UK organisations can apply for a share of up to £30million to develop clean, cheap local energy systems that create prosperous, resilient UK communities. This funding is from the ISCF’s Prospering from the Energy Revolution challenge.
UK Research and Innovation (UKRI) will invest up to £30m in revolutionary designs for local energy systems. Designs must deliver cleaner, cheaper energy services and create more prosperous and resilient communities across the UK.
This competition is part of a wider Industrial Strategy Challenge Fund (ISCF) programme called Prospering from the Energy Revolution (PFER).
The aim is to create a pipeline of highly innovative, ambitious and investable local energy system designs that will be ready to roll out across the UK in the 2020s. Innovate UK are looking to fund a portfolio of projects, across a variety of technologies, markets, technological maturities and research categories.
Proposals must be focused on a specific, named, UK location. The locality must be at least the size of a town but our ambition is to fund ground-breaking local energy systems projects up to city or region scale (or equivalent industrial, rural or other area in terms of energy capacity).
Your consortium must demonstrate the ambition, expertise and ability needed to drive fundamental change in the energy system of the locality. You must be able to replicate this change in another locality in the coming decade. It must incorporate a wide range of consumer types and demonstrate a significant change in scale and impact against comparable projects internationally.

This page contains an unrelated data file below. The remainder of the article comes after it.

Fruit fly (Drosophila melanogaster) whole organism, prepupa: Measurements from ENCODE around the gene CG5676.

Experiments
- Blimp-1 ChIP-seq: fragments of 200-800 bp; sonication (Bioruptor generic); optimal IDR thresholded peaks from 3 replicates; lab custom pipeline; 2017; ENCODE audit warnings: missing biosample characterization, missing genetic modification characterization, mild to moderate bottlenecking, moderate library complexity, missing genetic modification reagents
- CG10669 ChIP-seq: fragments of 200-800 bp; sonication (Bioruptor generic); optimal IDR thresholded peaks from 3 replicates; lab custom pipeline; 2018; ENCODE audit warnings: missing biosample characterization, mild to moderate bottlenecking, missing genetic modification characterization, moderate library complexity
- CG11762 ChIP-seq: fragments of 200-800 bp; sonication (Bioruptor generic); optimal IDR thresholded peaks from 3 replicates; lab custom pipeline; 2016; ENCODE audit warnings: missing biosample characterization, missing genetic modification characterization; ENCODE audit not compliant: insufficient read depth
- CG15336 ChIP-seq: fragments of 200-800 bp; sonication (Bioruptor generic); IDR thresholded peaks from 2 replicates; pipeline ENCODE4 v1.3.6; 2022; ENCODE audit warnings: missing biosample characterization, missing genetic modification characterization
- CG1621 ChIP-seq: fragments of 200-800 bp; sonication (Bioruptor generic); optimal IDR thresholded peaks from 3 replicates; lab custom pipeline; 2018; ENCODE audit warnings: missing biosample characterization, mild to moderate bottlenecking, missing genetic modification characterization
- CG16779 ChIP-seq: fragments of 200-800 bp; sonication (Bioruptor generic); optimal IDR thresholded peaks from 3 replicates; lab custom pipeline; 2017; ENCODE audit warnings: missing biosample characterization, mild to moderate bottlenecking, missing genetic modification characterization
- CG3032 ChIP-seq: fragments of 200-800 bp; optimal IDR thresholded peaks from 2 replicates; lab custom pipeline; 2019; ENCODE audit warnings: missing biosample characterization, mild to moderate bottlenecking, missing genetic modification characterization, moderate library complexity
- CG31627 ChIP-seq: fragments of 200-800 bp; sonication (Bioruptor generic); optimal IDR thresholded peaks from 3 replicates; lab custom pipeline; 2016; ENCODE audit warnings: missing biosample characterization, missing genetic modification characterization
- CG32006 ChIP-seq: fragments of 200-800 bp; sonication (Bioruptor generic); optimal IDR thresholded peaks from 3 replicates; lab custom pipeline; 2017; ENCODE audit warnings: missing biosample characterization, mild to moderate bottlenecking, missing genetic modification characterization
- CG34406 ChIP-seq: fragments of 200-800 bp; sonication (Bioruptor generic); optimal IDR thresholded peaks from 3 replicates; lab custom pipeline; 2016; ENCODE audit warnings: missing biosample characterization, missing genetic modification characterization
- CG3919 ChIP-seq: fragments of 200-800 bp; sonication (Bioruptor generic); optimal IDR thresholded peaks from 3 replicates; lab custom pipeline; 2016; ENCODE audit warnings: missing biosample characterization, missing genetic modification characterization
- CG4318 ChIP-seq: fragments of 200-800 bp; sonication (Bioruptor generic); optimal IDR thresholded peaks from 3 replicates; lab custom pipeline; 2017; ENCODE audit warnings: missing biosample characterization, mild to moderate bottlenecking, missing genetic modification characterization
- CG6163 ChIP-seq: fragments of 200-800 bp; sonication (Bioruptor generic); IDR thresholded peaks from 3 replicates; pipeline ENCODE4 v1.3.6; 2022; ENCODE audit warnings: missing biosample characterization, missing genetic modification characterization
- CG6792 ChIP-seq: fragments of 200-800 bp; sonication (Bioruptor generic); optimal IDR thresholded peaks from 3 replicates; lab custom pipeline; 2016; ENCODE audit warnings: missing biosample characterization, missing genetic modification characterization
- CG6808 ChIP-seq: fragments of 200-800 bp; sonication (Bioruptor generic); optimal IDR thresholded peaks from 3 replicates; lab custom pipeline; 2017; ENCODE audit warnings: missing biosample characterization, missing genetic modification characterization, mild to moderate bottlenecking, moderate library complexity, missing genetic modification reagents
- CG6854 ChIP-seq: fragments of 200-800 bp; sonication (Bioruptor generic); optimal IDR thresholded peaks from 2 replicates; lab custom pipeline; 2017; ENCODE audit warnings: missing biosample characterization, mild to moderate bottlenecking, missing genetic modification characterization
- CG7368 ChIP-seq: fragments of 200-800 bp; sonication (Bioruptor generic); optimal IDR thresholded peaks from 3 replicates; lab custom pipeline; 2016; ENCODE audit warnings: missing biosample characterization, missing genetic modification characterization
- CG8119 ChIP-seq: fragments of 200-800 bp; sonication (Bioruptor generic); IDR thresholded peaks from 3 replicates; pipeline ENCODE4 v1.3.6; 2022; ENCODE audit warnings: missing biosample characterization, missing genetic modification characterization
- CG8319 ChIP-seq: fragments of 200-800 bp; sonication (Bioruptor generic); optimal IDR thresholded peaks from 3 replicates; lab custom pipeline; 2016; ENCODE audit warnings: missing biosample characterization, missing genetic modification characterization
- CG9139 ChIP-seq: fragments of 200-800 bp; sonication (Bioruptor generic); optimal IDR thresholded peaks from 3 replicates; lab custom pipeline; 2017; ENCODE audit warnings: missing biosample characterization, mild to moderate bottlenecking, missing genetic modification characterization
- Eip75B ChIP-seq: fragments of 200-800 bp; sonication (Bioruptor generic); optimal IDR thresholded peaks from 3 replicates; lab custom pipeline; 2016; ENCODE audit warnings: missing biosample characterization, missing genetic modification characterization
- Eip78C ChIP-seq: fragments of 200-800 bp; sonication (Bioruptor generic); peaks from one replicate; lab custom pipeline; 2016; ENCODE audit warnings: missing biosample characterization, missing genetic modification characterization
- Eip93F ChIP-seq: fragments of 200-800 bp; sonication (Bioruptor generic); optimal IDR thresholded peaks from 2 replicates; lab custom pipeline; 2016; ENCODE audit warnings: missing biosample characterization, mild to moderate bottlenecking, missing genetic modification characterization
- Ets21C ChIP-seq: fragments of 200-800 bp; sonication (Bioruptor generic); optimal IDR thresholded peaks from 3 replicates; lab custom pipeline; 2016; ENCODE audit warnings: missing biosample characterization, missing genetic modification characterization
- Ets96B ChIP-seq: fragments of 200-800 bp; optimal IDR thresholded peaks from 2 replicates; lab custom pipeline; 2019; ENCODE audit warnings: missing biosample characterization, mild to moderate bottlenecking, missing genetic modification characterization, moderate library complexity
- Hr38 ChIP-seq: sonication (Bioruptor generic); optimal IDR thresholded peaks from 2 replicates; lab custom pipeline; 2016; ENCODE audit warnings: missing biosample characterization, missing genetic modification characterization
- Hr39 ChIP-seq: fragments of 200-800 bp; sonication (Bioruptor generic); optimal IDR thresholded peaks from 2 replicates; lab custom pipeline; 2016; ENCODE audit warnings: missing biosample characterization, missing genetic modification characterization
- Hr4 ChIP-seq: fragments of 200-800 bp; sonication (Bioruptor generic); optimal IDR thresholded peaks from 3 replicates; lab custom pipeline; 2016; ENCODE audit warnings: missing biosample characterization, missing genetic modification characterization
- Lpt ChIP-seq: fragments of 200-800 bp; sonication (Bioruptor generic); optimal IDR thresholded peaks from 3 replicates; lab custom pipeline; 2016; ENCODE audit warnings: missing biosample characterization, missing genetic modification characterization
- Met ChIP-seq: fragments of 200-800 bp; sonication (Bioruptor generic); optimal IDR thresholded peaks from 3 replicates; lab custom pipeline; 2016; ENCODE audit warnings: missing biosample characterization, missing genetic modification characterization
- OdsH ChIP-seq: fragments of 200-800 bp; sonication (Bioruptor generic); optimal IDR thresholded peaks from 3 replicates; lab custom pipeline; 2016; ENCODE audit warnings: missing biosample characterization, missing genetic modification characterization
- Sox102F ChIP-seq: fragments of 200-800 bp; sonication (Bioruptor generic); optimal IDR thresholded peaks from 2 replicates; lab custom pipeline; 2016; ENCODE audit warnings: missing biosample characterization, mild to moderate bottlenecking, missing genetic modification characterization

- Develop revolutionary market and business model approaches for the provision of smart energy systems
- Develop a detailed understanding of energy supply, distribution and consumption patterns in your locality
- Understand the current and future energy assets, networks and consumer needs in your locality
- Integrate new energy technologies across heat, power and transport in a way that is replicable and scalable to multiple areas across the UK
- Reduce the whole system costs of energy provision, resulting in significantly smaller bills for the end consumer
- Validate the revenue streams and value proposition of the proposed business model
- Write sound financing and investment proposals for the implementation of the energy system design which share the benefits and risks fairly between investors, consumers, utilities and authorities
- Show an integrated approach to managing energy supply, distribution and consumption across heat, power and transport
- Consider the future role of gas as well as electricity systems
- Describe how you will aim for an open data and systems design policy wherever possible
- Include a finance and investment work package